One of the most enlightening experienced I had during this program was living with the host family for period of seven days. I caught a glimpse of living without electricity, a flushable toilet, running hot showers, the Internet, a cell phone, and living the busy city lifestyle. It was difficult adapting to the changes during the first few nights. I cried because I wasn’t used to sleeping in a mosquito net and not having electronic devices to connect to outside world. During the day, I went to the rice field to help harvest the crops. I helped family cook and clean, make noodle from scratch, and ride on the ox wagon. It was different from what I was used to, but I learned to enjoy the simple life of living on the farm. The family goes to work early in the morning and they have dinner together in the evening, something most people in America take for granted. The people in this village didn’t need fancy gadgets to survive, they adapt to whatever they could find. This experience puts me in different perspective of how I should be living my life.

This program not only provided an educational insight to young individuals such as myself, but I came back to America as new person. I came back to the states with a different attitude and a greater appreciation towards life. I was thankful for having shoes to wear, a bed to sleep on, a quality education, my car, food, etc. Living in Long Beach, home of 2nd largest Cambodian population outside of Southeast Asia, cannot compare to the experienced I’ve received while living Cambodia for two months. During my eight weeks stayed, I relearned my native language through everyday interactions with my professors and the people there. I went to the market and I learned to bargain using everyday common street languages. This is something I would have never practiced if I were in a classroom setting reading books and taking notes. I gained a better understanding of the Cambodian culture and discovered the amazing history of this country. It was a life changing experience for myself and I wish that every young adults could experience what I encountered while I was in Cambodia.

Below is a brief journal reflection of my experience in Cambodia…

So here I am in the city of Phnom Pehn, Cambodia where every soul is struggling to survive in any means possible. My first night in Cambodia was very challenging and difficult, accepting the fact that I am actually in Cambodia. Here I am, visiting my birth country for the very first time in 15 years. I’m not used to seeing a city with such a chaotic infrastructure. Sitting on the Tuk-Tuk, on the way to my apartment I began to feel homesick. I miss the street lights and stop signs in America, I miss seeing people stop at a red light, I miss having the right of way as a pedestrian, I miss seeing public trash cans, the clean streets, the sound of police sirens, and parking lots, I miss feeling safe...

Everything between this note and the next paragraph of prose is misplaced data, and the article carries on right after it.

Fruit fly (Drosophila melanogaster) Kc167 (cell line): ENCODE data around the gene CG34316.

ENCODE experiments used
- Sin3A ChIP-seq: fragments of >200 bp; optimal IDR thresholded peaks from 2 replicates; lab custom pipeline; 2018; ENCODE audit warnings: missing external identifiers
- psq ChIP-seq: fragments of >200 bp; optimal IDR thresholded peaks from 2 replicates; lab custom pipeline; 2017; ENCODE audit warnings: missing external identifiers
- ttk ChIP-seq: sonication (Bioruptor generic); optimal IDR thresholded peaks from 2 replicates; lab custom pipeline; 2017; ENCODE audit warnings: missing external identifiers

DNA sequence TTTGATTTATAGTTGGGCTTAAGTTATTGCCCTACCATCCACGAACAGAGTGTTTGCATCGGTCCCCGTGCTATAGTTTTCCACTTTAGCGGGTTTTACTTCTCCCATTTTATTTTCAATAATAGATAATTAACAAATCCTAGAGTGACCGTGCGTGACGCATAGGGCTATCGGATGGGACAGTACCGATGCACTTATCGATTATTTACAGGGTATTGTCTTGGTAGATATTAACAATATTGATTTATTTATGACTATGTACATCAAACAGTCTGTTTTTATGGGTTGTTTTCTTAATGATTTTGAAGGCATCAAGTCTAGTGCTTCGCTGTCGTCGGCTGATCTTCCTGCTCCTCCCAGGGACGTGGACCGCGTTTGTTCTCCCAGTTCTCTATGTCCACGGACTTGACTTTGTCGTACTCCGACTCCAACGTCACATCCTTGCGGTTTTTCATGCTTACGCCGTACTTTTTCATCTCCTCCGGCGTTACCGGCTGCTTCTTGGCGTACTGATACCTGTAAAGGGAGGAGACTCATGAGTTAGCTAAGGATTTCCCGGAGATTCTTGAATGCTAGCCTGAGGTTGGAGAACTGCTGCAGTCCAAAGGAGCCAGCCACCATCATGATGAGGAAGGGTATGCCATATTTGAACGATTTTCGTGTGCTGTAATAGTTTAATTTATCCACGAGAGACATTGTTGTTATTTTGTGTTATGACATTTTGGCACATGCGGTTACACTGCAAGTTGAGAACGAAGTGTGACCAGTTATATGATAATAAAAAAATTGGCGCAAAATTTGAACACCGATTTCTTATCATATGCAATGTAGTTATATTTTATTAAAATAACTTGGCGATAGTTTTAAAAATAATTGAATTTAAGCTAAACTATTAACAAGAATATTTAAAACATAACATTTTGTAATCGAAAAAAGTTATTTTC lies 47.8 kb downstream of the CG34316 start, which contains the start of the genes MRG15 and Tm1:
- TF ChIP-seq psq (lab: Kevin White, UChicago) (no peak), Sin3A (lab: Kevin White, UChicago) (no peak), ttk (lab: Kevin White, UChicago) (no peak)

Visiting the Genocide Museum in Cheoung Ike has helped me understand the pain my parents and grandparents must have endured during the last 30 plus years. I was wrenched with anger and sadness when I saw the pile of skulls, bones, and clothes of victims who had died under the Khmer Rouge Regime. There was a tree there called the Killing Tree. This tree was used for smashing babies and hanging prisoners. As I explored this museum, I saw clothes budding from the dirt. It made me think about the victims who must have worn these clothes and the fear that was running through their body before they were brutally murdered for no apparent reasons. It was sickening to be there, I could almost hear the cries and the terror of these prisoners. Cambodia and its people have gone through so much pain during the last 34 years. I was very surprised at how much Cambodia has recovered and developed after the war. I feel sad for my people and my country every time I think about how advanced and beautiful our country once was before the war and what it could have been if the genocide never occurred.

On this trip I also visited the Mountain of Trash in Province of Steung Mean Chey. The children go to this place to dig for recycle goods to support their family. I visited the children at school and was very surprised at how much life they have. They sang, they danced, they were not shy children, and these kids have so much talents and ambitions. Regardless of the life they live in, they all have the desire to learn and grow as intellectual individuals. They were the happiest children I've ever met.

Before I arrived to Cambodia, I thought my life was challenging and all hopes were gone because my bills were stacking over my head or just because I have issues with my boyfriend or simply because my parents took away my car. It's funny how spoiled and unappreciative most of us are. We are so used to living the materialistic and opportunistic life that we forget what it means to be happy. We forget how great our lives are and we take what we have for granted. I met a little boy in Kos Dach; he was about 10 years old. He told me he had to sell Krama (silk scarf) and silk skirt everyday to pay for his schooling. His parents were unable to financially support his education so he had to make money on his own. He attended a regular Cambodian school and also an NGO funded English school. Everyday he would walk 3 miles to go to this English school and another 2 miles to go to the Cambodian school. For the first time in my life I realized how blessed and fortunate I am to have given so much opportunities in life. Never again would I complain about how difficult my life is.

My first experience in Cambodia has totally opened my eyes to see a broader view on life. I have learned so much about my culture, my people, and my country. It has made me sad, happy, angry, and confused, but most importantly it has made me proud to be apart of this great culture.

Sophanet Nhoung

California State University, Long Beach